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BRUNETTO LATINI, Livre de Trésor

In French, decorated manuscript on paper
Western France (Brittany?), c. 1475-1500

TM 780

i (paper) + 179 + i (paper) folios on paper (with watermarks similar to Briquet no. 2013, “Armoiries: Moucheture d’Hermine”: Beaumont, 1475, Saint-Malo, 1487; similar to Briquet no. 1565, “Armoiries: Une fleur de lis”: Saint-Malo 1494; similar to Briquet no. 15086, “Tête de bœuf”: Plouzané, 1477; similar to Briquet nos. 1526, “Armoiries: Une fleur de lis”: Orléans, 1444, Paris, 1445, Juigné-sur-Loire, 1446, Orléans, 1447-56, Anvers, 1448-49, Chartres, 1453, Lorris, 1455, Châteaudun, 1457 and  1530, “Armoiries: Une fleur de lis”: Tours, 1509, Rillé, 1513), modern foliation in pencil, top outer recto, 1-179, final flyleaf foliated in ink, top outer recto, 180 (collation, i10 ii-xii12 xiii10 xiv-xv12 xvi4 [-4, cancelled with no loss of text]), quire vii signed f in inner lower margin of first recto (f. 71), quires xii and xiv signed a and c in inner lower margins of final versos (ff. 142v, 164v), horizontal catchwords on the inner lower margin (quires iv-viii, x, xiv; partially cropped ff. 70v, 94v, 164v), parchment reinforcement strips pasted in the fold on the inner bifolia of each quire and on the outer bifolia of quires iii-xv, frame-ruled in brown or, in five of the six bifolia in quire vi, red ink (justification, 209-222 x 141-153 mm.), text written in brown ink in a French gothic cursiva script in 28 to 52 long lines per page, guide letters for initials, red rubrics, majuscules stroked in red, names of cited authorities written or underlined in red, 1- to 3-line plain initials alternately in red and blue, 4-line plain red initial (f. 103v), 3-line red and blue parted initial (f. 53), four 4- to 5-line red and blue parted initials with pen decoration in red and blue (ff. 11, 82, 142v, 169v), corrections in scribe’s hand, marginal annotation in another hand (f. 110), corner of f. 1 missing with some loss of text, outer edges of ff. 76-79 have been restored neatly, some mostly marginal wormholes in the opening quires, some staining and other signs of use. Bound in eighteenth-century mottled sheep blind-tooled with diagonal double fillets extending from the corners of an inner rectangular double fillet frame to a larger rectangular double fillet frame near the edges of each board and stamped within the inner rectangles with an armorial medallion, over pasteboards with four double bands, shelfmark “250” painted on the spine in white. Dimensions 264 x 200-204 mm.

Although this text (the first medieval vernacular encyclopedia) by Brunetto Latini, the Florentine writer and politician known for his mentorship of Dante Alighieri, circulated widely, there are only three copies in the United States and it is relatively rare on the market (only four other copies listed in the Schoenberg Database in the last century). Owned in the eighteenth-century by a noble Breton family, in the nineteenth century the manuscript belonged to the notorious book thief Guglielmo Libri, who was preparing an edition of this text, and it had many other illustrious owners.


1. Evidence of script and watermarks points to this book’s production in Brittany in the late fifteenth century. It seems noteworthy that this manuscript is copied in one cursive hand with highly variable spacing of lines per page and with some rather visible corrections in the scribe’s hand (e.g., f. 35), possibly suggesting that it was copied for personal use or at least produced for a person/group of people more concerned with the text’s accuracy, searchability, and utility than the book’s visual appeal or appearance as a luxury object. This contrasts with many Trésor manuscripts that are expensive, often illuminated productions. Copies of the Trésor appear in a number of royal and aristocratic libraries in the later Middle Ages. Though this manuscript is decorated with a few parted and flourished initials, the emphasis in this copy seems to be more on function than form.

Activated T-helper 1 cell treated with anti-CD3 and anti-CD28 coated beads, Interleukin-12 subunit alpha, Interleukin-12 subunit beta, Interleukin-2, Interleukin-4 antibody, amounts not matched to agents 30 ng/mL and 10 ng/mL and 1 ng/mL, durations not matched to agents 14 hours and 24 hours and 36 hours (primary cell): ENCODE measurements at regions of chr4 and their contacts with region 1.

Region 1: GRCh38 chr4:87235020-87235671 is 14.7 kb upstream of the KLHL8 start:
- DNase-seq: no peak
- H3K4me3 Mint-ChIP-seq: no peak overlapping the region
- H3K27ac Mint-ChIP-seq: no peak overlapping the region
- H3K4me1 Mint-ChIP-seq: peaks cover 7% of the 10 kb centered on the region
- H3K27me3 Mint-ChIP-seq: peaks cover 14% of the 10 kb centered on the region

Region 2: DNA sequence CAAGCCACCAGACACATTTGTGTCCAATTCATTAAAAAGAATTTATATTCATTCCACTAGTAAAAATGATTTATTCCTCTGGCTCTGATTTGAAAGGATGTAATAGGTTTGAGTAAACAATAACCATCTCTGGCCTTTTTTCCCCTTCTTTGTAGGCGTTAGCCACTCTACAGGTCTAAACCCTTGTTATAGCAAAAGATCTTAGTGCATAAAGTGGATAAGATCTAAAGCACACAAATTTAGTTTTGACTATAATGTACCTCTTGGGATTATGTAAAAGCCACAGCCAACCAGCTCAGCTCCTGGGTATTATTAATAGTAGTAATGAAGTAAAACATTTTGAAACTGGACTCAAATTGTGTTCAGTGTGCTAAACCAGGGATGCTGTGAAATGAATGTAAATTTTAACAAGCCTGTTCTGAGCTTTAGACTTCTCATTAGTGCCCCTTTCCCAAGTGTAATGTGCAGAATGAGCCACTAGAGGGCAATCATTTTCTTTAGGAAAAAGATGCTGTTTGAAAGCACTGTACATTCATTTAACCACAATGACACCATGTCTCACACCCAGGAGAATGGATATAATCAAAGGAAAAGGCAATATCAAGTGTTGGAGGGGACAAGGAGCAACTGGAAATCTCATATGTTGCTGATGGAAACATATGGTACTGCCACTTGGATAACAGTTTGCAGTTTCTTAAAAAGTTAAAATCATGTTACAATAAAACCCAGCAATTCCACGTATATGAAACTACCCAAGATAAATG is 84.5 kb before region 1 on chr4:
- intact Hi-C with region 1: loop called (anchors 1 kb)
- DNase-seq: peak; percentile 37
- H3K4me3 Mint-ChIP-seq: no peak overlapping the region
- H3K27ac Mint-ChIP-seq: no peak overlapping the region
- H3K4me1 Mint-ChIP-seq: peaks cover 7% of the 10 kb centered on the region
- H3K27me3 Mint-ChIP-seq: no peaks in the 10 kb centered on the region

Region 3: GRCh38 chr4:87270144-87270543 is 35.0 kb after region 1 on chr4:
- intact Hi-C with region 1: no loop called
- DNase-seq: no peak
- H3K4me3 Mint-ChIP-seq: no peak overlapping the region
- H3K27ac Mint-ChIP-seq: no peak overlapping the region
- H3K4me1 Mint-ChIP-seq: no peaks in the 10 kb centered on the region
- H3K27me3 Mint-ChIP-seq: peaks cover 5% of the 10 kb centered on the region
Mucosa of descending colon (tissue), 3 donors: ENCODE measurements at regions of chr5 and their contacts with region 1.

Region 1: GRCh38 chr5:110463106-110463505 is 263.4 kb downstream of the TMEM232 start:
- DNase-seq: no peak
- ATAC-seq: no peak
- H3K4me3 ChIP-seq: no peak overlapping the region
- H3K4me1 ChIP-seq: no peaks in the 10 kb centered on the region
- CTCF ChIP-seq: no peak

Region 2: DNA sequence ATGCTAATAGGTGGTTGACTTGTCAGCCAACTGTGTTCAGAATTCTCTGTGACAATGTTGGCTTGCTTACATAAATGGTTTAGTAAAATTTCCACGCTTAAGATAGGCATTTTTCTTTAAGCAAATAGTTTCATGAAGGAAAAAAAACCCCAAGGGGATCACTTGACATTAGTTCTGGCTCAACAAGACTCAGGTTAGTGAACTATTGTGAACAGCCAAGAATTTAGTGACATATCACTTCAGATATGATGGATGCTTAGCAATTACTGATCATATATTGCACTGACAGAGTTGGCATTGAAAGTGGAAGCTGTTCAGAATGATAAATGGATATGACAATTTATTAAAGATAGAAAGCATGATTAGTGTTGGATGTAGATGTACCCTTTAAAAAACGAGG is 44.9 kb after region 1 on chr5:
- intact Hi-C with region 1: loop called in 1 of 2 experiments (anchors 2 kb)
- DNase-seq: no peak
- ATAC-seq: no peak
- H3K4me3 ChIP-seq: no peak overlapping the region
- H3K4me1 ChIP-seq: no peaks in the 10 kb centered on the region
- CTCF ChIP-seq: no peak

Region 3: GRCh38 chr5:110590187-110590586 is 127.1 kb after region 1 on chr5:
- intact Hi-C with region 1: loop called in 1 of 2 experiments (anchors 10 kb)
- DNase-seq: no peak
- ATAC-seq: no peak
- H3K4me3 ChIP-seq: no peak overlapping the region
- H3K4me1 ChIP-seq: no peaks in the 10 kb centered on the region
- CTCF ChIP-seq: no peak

In the upper margin of f. 176v, an inscription, “Anno domini millesimo quingentesimo nono [1509]”, offers a terminus ad quem for the book’s production.

2. The manuscript remained in Brittany into the eighteenth century, the date of the present binding that includes the arms of the Goyon-Matignon family of Brittany (quarterly, 1 and 4 argent, a lion rampant gules, crowned or [Goyon]; 2 azure, three fleurs de lis or, a label and a bendlet couped argent [Orléans-Longueville]; 3 azure, three fleurs de lis or, a bendlet couped gules [Bourbon-Saint-Pol]; similar to Olivier, 1930, plates 1820-23).  They were an old Norman/Breton noble family, dating back at least to the twelfth century. In the late Middle Ages and beyond, members of the family held prominent civil and military positions. The arms with which the binding is stamped date back to the 1596 marriage between Charles (1564-1648), lord of Matignon, count of Torigni, baron of Saint-Lô, prince of Mortagne to Éléonore d’Orléans (1573-1639), daughter of Léonor d’Orléans, duke of Longueville.

3. Belonged to Count Guglielmo Libri-Carucci dalla Sommaia (1802-1869), Italian mathematician, bibliophile, and notorious book thief. In the 1830s, Libri had undertaken the project of editing Brunetto Latini’s Trésor, which had not yet been printed in its original French, but he never completed this project. Sold by Libri with the assistance of Victor Tilliard in Paris in 1855; no. 1849 in Catalogue de livres la plupart rares et curieux provenant de la bibliothèque de M. Libri Carucci, Paris, 1855, 166.